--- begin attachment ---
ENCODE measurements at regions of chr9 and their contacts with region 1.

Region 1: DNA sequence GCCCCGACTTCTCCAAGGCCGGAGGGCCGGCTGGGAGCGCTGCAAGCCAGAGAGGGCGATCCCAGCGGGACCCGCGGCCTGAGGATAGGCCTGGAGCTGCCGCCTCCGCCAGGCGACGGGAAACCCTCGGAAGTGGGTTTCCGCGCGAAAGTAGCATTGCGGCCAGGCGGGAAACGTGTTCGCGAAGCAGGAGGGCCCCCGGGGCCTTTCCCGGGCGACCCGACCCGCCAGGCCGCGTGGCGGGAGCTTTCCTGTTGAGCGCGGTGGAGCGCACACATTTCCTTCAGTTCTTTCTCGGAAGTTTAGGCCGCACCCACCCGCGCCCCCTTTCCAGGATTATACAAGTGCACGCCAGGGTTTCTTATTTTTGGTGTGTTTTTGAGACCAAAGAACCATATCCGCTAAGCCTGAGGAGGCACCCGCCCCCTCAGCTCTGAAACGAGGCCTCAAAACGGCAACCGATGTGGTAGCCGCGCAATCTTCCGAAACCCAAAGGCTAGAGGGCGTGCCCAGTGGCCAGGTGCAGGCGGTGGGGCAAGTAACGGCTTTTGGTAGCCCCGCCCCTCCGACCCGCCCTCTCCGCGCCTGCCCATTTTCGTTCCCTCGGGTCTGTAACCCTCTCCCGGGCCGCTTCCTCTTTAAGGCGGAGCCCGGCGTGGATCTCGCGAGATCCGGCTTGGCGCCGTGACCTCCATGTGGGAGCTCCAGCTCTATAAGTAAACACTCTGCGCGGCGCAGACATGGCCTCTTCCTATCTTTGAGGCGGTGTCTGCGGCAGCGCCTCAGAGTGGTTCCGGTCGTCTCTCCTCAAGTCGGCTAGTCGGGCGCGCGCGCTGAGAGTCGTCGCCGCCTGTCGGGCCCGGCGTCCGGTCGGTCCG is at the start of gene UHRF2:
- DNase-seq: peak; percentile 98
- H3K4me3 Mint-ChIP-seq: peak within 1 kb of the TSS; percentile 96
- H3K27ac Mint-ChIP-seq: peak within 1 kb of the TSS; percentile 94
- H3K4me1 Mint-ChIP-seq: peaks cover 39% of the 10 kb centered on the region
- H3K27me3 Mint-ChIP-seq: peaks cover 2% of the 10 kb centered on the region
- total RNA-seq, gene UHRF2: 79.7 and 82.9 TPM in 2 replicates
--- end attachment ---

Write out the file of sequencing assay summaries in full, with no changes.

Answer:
ENCODE measurements at regions of chr9 and their contacts with region 1.

Region 1: DNA sequence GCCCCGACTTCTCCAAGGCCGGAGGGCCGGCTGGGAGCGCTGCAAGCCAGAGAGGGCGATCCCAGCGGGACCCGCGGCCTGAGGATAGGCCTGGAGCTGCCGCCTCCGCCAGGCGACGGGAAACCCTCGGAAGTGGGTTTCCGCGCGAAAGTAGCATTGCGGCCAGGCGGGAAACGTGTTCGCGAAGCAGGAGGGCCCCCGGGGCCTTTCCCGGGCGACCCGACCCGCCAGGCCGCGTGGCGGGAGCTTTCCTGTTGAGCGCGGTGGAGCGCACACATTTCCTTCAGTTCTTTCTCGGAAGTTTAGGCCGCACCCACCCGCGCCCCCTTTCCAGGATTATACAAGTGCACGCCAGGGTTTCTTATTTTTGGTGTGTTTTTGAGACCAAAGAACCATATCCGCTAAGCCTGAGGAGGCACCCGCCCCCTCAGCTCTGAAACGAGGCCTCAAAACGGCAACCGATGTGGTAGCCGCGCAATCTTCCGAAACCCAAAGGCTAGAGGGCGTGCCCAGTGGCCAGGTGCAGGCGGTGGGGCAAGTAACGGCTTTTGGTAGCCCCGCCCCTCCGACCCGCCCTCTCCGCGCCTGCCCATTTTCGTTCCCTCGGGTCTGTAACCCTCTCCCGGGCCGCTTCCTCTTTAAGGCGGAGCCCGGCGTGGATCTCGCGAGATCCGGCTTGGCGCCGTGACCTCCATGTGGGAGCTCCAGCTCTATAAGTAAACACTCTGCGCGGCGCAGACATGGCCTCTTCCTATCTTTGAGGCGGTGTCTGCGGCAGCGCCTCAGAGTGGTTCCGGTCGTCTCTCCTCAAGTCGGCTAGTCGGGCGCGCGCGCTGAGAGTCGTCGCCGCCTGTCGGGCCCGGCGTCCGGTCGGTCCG is at the start of gene UHRF2:
- DNase-seq: peak; percentile 98
- H3K4me3 Mint-ChIP-seq: peak within 1 kb of the TSS; percentile 96
- H3K27ac Mint-ChIP-seq: peak within 1 kb of the TSS; percentile 94
- H3K4me1 Mint-ChIP-seq: peaks cover 39% of the 10 kb centered on the region
- H3K27me3 Mint-ChIP-seq: peaks cover 2% of the 10 kb centered on the region
- total RNA-seq, gene UHRF2: 79.7 and 82.9 TPM in 2 replicates